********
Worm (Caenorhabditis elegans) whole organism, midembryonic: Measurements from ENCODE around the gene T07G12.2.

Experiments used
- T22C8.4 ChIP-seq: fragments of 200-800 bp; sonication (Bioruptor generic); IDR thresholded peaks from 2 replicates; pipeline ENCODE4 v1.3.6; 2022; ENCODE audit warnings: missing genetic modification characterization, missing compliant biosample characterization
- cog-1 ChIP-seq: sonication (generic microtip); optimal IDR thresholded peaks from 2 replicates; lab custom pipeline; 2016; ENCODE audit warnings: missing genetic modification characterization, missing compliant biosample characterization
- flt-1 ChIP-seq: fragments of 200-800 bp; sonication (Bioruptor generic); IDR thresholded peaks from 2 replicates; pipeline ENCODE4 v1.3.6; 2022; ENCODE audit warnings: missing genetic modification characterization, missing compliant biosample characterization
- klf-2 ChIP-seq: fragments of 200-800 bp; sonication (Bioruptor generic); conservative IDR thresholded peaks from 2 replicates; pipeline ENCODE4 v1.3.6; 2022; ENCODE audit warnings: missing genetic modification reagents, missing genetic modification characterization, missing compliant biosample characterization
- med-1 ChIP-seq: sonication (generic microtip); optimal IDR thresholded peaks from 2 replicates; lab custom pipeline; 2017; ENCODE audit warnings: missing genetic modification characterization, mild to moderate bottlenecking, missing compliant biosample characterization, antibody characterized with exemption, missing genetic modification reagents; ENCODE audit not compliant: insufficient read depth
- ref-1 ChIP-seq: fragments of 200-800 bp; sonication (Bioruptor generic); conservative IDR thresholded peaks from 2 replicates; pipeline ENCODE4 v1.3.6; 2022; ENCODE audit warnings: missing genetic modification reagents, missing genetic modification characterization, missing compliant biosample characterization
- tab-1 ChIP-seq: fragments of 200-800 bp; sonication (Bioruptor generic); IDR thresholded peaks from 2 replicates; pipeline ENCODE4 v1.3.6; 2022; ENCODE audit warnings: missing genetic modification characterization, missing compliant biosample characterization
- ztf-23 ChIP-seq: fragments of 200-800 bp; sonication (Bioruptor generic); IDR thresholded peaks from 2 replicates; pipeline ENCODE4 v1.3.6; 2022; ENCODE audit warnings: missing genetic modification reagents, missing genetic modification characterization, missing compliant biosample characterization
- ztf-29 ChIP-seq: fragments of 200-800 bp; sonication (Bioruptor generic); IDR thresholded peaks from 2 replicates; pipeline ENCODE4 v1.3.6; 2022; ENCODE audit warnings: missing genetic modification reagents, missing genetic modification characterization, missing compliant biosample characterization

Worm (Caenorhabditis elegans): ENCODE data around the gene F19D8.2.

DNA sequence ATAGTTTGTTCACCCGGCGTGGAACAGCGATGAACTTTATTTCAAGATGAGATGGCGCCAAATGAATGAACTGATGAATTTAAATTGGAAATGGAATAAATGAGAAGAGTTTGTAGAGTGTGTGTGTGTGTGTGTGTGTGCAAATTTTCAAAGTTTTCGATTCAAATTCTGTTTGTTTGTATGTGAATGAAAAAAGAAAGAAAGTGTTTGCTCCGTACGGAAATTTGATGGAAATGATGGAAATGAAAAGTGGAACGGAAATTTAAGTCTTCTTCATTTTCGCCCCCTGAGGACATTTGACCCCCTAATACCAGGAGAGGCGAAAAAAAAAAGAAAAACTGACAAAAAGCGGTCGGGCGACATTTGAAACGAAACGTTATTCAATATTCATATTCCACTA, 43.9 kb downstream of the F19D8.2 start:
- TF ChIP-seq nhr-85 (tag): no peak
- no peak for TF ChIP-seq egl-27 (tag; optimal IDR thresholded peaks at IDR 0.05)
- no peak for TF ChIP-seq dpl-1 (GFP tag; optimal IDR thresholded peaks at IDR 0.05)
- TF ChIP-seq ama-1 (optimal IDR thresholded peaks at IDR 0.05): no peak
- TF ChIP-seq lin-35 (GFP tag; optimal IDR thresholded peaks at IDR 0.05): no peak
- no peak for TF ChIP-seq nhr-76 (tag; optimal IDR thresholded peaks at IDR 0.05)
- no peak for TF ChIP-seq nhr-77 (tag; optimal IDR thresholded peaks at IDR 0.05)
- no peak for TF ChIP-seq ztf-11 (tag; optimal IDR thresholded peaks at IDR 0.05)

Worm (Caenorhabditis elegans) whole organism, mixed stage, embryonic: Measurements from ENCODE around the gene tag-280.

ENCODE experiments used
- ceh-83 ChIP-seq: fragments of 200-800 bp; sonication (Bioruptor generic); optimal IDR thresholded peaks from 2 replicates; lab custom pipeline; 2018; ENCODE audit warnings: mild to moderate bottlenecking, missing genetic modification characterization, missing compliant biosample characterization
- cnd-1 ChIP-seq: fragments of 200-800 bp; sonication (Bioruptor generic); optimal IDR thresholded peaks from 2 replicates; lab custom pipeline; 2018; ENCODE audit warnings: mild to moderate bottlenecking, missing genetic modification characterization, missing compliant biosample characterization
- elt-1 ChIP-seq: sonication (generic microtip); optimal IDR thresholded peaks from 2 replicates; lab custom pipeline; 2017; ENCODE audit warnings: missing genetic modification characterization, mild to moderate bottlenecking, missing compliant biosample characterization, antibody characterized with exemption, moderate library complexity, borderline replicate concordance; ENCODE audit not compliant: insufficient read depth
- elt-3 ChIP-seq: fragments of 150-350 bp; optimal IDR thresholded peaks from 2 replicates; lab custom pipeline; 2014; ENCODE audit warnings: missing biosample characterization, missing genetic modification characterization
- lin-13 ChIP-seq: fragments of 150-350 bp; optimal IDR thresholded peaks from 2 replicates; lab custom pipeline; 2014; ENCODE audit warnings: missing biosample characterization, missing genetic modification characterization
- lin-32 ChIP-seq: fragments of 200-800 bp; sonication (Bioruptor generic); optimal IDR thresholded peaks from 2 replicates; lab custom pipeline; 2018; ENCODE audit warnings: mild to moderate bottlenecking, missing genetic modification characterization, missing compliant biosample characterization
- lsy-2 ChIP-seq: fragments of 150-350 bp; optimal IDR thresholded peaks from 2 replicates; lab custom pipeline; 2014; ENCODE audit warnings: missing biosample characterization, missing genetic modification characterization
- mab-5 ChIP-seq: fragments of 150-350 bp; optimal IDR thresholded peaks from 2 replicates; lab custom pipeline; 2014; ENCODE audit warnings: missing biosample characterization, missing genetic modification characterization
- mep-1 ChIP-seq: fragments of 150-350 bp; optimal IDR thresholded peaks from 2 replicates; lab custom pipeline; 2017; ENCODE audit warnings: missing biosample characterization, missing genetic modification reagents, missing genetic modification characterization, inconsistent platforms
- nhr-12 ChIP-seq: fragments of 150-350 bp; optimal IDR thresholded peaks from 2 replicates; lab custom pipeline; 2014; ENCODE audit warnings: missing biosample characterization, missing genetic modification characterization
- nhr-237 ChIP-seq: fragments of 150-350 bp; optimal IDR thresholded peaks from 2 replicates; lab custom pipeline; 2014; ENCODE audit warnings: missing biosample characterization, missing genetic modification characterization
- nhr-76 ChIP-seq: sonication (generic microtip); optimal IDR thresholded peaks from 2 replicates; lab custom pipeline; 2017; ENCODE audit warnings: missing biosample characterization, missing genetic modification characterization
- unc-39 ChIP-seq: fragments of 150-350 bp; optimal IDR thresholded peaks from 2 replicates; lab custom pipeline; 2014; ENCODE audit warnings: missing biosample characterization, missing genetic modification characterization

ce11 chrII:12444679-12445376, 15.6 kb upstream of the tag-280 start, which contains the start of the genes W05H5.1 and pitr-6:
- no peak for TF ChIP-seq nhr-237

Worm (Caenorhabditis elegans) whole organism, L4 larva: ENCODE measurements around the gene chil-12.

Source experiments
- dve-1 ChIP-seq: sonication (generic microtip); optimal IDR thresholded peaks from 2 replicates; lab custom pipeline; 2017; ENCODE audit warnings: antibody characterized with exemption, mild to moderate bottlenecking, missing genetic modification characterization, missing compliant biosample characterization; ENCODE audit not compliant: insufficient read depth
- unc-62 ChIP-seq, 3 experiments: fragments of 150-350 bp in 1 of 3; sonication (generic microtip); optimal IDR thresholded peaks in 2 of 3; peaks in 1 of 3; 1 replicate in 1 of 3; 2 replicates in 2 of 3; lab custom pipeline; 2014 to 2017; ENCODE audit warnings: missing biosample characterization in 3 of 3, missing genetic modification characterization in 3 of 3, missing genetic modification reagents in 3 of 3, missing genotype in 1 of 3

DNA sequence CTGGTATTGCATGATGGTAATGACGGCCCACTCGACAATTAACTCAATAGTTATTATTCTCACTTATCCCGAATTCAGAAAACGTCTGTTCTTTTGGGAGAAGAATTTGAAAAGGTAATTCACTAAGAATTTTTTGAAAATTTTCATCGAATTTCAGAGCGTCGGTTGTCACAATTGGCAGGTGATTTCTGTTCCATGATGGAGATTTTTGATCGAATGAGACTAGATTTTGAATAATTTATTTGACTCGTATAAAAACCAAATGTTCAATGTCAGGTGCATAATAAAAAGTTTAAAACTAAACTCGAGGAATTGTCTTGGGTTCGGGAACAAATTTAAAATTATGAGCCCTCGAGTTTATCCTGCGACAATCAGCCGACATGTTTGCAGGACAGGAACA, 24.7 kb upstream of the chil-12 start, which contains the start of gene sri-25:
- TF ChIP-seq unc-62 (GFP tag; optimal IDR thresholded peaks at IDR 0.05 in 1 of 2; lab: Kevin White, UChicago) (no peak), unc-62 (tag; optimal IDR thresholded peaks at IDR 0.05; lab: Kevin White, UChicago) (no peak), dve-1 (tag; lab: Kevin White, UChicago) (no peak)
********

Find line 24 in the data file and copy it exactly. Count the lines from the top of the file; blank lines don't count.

- ceh-83 ChIP-seq: fragments of 200-800 bp; sonication (Bioruptor generic); optimal IDR thresholded peaks from 2 replicates; lab custom pipeline; 2018; ENCODE audit warnings: mild to moderate bottlenecking, missing genetic modification characterization, missing compliant biosample characterization